But a more valid argument is the 'failure' rate of normal/fusion drives v's SSD/Flash - no moving parts v's moving parts

    Quote from article below:

    "Fusion Drive can fail, even if the separate components are otherwise
    fine, leaving you with an inaccessible drive. This will require Apple to
    fix it. While not common, this has happened to a few friends of mine."

    http://www.tedlandau.com/slantedviewpoint/index.php/archives/2016/1878
  • Trev,

    Thank you for that. I was leaning towards the Flash drive but was second guessing myself because I knew the fusion drives have some SSD storage also. Advanced uses can allocate what goes there etc. was my understanding...Well that had me thinking and second guessing myself.. but I think I will stick with the SSD and be done with it. Thank you again!

    -Jay 
  • TrevTrev Moderator
    edited July 2016
    No problems Jay, I did like the 'understatement' in his quote re failure:

    "While not common, this had happened to a few friends of mine."

    Huh! A 'few', 1 is just acceptable, but a "few"... nope, that would be an instant dismissal of such drives for me, plus the fact that he 'knows' his friends woes, can you imagine how many are out there if he just had a 'few' friends personally that he knows of?

    Just as a side note, I have some normal drives, but they are the Western Digital VelociRaptor 10,000 rpm drives and those being 2T are good for my storage, but I have SSD drives as well, 1 dedicated to my OS.

  • rs_eosrs_eos Member
    If you have the budget, yes, go for SSD.  In the newest Mac Pros, the internal SSD will give you IO speeds of 1 GB/s (bytes, not bits).  Not sure what the iMac speed is, but it's probably less due to different hardware.  Still, should be far higher than a typical hard drive of 0.1 GB/s.

    The Fusion drive is a nice compromise though on price vs storage capacity.

    For external drives, it will depend upon the capacity you need.  SSD will carry a huge premium in price.  My next computer will have an internal SSD, but all external storage will use hard drives in a RAID 1+0 (aka 10) configuration.
  • Thanks again everyone! Now that I know what I am getting, I do have a quick question. I have my cart loaded in the Apple store, but I can get the same specs with apple care from Adorama for several hundred dollars less. It does state (late 2015) after each of the computers. I am assuming they are last years model? Just not the newest ones? Is there a difference in them? Just curious. The specs are exactly the same.

    -Jay
  • rs_eosrs_eos Member
    edited July 2016
    I cannot speak to Adorama; I only ever do my purchasing direct from Apple.  In terms of year designations, that's when the model was first released.  For example, if you purchase a Mac Pro today, it will still be labeled as "Late 2013".  So it would appear they are indeed identical units.

    Here's a link to the full iMac line and their designations.
  • Thank you rs_eos! That helped a lot. I did just place my order with Adorama. It was identical units and I was able to get apple care with it also, while saving a couple hundred dollars. 

    -Jay

    PS.....Thank you for everyones help! Much appreciated. I am sure I will have more questions once I get it in. I have brought my macbook pro back to life for the time being but it shuts down randomly and hard to boot up. If my research is correct, it is the graphics card and will need a replacement which includes the mother board. Of course I could be wrong, but hopefully it stays alive enough to transfer all over:)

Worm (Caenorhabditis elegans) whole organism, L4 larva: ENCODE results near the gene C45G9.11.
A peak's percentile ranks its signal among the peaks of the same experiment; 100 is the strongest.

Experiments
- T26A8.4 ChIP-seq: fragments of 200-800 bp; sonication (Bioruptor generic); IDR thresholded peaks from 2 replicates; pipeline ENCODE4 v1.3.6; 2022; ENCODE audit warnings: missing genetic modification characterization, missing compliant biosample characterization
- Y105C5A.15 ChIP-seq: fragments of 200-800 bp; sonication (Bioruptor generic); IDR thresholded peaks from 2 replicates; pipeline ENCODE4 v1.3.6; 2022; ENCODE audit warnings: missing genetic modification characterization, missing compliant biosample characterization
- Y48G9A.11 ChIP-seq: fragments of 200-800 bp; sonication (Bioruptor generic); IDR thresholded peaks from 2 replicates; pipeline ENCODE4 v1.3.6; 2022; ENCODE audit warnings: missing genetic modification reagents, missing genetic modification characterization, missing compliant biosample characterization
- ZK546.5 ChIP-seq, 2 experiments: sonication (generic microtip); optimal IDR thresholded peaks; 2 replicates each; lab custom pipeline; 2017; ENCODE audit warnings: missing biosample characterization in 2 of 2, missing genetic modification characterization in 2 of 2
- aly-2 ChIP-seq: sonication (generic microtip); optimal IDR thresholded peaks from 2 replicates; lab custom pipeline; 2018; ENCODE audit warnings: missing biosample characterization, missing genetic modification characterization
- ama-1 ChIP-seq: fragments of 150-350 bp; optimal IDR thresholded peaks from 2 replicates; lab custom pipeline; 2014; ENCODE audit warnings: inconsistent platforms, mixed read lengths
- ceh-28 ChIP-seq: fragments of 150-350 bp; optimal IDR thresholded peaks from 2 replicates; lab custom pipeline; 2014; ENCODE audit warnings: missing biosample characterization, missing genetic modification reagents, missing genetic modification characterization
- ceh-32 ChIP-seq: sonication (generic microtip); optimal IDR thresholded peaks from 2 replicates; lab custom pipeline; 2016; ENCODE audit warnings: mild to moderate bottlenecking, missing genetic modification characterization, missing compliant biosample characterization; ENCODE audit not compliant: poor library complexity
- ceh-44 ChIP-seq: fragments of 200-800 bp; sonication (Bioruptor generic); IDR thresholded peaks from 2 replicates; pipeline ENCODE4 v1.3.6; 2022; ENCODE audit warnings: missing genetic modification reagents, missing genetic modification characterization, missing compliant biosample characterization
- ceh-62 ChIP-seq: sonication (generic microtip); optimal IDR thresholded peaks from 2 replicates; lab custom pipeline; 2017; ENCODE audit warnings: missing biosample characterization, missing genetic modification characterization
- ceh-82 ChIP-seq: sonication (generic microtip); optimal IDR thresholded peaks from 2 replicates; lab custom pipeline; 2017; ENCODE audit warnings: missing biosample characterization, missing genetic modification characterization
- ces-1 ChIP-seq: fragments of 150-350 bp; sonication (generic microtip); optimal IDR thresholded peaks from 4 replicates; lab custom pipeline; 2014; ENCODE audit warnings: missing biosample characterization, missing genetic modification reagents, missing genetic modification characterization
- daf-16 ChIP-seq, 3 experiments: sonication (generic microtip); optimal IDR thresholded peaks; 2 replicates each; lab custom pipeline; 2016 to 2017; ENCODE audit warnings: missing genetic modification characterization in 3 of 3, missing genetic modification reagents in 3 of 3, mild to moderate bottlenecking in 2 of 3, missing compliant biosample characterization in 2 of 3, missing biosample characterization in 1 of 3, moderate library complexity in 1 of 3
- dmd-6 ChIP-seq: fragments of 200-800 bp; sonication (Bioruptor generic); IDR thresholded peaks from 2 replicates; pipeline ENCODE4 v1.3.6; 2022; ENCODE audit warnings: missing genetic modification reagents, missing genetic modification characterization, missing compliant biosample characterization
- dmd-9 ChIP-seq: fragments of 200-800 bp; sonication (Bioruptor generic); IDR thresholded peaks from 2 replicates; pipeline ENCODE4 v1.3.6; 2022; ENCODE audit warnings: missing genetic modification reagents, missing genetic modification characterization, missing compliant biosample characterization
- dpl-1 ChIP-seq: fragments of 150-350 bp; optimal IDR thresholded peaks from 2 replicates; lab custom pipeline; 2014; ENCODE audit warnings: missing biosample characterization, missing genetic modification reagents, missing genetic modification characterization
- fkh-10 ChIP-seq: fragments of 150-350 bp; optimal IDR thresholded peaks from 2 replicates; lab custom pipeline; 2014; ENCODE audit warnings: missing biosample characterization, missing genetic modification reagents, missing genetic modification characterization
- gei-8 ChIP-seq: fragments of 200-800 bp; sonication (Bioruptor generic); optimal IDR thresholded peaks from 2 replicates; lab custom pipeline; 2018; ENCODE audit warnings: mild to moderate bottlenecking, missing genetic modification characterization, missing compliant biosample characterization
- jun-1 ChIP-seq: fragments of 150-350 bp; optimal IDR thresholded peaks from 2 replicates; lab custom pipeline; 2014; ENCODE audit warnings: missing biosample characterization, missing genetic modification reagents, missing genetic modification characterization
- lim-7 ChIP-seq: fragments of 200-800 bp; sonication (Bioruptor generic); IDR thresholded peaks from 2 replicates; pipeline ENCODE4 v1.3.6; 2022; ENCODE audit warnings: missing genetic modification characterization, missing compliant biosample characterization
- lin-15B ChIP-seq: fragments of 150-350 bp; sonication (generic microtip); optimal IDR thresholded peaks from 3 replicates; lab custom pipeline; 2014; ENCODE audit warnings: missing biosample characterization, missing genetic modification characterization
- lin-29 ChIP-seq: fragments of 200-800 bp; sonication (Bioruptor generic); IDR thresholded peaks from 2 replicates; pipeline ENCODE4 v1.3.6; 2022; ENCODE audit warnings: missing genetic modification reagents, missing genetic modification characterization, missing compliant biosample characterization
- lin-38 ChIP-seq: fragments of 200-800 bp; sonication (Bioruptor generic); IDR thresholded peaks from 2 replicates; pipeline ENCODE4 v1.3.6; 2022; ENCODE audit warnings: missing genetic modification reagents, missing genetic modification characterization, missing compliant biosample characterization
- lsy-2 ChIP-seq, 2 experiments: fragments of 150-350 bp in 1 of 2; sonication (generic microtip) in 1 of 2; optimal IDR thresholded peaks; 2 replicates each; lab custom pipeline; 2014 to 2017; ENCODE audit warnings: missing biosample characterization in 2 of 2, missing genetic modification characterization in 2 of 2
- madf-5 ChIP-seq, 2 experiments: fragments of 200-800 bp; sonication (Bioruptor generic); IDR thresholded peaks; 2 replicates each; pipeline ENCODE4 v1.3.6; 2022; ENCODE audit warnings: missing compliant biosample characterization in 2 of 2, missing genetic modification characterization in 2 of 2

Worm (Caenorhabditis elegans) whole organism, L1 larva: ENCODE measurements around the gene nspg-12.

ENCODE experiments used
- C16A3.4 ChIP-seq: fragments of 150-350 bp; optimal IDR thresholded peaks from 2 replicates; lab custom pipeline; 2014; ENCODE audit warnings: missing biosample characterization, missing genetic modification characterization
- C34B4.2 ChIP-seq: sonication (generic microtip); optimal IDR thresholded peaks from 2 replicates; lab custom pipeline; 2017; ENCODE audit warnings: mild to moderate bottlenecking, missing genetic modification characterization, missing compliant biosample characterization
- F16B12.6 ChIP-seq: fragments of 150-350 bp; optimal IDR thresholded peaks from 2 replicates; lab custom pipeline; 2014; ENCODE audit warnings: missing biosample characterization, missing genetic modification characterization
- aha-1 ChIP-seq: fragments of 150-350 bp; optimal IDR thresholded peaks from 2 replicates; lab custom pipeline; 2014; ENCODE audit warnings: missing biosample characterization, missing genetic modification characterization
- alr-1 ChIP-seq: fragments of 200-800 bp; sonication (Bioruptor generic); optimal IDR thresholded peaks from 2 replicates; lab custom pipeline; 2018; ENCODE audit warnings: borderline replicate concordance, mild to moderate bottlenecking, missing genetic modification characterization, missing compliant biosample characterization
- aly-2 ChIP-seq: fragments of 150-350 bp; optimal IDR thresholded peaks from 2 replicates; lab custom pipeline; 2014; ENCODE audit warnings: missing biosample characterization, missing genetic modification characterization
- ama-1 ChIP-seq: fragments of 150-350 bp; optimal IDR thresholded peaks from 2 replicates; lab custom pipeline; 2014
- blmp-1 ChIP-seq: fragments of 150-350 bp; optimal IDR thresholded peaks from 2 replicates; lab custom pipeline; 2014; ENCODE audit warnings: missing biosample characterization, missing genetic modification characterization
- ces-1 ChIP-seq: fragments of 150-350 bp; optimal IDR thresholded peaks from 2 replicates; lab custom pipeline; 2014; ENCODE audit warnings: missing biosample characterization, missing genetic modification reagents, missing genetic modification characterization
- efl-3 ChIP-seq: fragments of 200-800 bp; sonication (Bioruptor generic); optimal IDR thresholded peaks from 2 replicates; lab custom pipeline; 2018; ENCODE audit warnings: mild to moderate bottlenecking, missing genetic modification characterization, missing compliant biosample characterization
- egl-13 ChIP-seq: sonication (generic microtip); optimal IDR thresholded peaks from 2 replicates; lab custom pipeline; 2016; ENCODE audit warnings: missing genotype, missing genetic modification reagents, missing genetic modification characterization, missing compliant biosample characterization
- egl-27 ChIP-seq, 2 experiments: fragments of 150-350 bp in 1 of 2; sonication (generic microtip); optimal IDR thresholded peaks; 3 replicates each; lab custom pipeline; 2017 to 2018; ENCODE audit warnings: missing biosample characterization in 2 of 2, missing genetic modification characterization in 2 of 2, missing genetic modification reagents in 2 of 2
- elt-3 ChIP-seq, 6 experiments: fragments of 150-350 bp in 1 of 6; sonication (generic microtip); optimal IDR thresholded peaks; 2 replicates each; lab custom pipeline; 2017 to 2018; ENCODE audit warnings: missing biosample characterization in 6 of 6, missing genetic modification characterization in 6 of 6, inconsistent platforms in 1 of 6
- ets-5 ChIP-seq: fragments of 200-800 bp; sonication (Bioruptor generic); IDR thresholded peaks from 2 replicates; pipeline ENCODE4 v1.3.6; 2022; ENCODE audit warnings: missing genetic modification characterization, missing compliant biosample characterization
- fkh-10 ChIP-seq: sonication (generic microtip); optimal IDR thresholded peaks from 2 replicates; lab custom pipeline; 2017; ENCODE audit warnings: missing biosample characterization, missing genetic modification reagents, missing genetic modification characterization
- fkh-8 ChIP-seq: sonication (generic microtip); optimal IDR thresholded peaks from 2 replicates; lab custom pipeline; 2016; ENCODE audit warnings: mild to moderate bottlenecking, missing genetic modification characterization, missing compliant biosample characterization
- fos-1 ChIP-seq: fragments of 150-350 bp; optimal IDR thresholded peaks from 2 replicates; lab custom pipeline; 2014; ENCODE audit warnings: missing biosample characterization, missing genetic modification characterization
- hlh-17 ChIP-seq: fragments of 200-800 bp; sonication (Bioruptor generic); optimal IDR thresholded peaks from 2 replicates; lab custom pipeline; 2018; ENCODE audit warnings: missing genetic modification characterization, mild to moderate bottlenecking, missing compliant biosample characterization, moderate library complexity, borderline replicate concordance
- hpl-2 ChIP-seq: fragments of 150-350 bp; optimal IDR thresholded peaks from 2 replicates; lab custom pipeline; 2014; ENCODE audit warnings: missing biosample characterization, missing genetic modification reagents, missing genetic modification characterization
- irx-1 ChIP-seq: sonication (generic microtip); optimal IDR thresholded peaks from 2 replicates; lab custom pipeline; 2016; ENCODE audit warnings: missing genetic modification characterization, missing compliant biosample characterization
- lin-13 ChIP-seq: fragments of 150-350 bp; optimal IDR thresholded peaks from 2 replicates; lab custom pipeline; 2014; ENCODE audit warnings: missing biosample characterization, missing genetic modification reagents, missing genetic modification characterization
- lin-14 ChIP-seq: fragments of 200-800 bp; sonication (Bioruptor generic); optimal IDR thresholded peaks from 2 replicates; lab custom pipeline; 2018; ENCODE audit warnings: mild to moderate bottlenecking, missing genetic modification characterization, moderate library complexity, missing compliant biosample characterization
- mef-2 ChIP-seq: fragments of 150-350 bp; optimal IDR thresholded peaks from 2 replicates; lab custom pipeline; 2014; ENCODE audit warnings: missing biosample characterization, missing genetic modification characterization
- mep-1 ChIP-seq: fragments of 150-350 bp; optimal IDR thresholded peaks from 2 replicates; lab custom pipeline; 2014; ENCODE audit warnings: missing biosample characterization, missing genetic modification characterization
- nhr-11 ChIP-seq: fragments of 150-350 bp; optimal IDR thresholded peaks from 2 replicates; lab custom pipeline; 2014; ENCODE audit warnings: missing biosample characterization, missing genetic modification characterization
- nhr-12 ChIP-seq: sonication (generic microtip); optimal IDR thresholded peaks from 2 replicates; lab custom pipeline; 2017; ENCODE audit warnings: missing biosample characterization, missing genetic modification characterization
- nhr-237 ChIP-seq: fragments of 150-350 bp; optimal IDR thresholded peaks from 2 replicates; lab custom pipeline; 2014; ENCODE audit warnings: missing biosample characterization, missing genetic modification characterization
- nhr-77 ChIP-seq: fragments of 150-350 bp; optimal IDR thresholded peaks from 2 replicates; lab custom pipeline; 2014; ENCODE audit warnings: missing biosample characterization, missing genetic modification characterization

• Neil vNNeil vN Administrator
    Late to the party, I'd still like to add something. 

    When I bought my 27" iMac 2 years ago (one of 4 Macs that I have), I went to the Apple store, and asked for the model / version in the bottom right-hand corner of the table.  In other words, max RAM, max size SSD, max everything.  (Max expensive too.)

    And right now, today, after two grinding weeks of processing more than 150,000 images, and converting them to time-lapse sequences in Adobe After Effects, as well as part of the workflow being in Final Cut Pro .... I am so happy I spent the money then on the fastest Mac I could get. 

    I do hope you got an SSD drive. Not the 'fusion drives' they will try and push on you. 
  • Hi Neil,

    That is comforting news! I did end up getting the fastest 27" iMac with the SSD drive. I went with the 512 gb flash drive. I just couldn't justify the price on the 1tb version of that as I store everything on externals anyway. I just need enough space to store the programs themselves. I must admit though that the drive situation is tricky. The fusion drives are tempting because of the space they offer, and the price difference. But thanks to the members here and some good old fashioned research, I decided to go the SSD way. 

    -Jay
  • Neil vNNeil vN Administrator
    I have a Fusion drive on my Mac Mini that I use in the studio ... and I hate it! I've never watched the spinning beach ball as much as I do with that computer. 
  • I am glad to hear you got a iMac with SSD, CanonJay.    I'm still on a regular HD, but when I'm ready to buy a new one, I'm going back to the refurbished section to check out SSD iMacs.
  • Thanks Stephen. I had checked the refurbished section also, but they only had i5 processors available when I checked.  I would have had no problem going that route if an i7 was available. I was in an extreme hurry as my mac book was shutting down every couple of hours. I received the iMac yesterday and have everything transferred over and ready to go. Now the macbook goes for repair and all should be well for several more years! 

    -Jay
Sign In or Register to comment.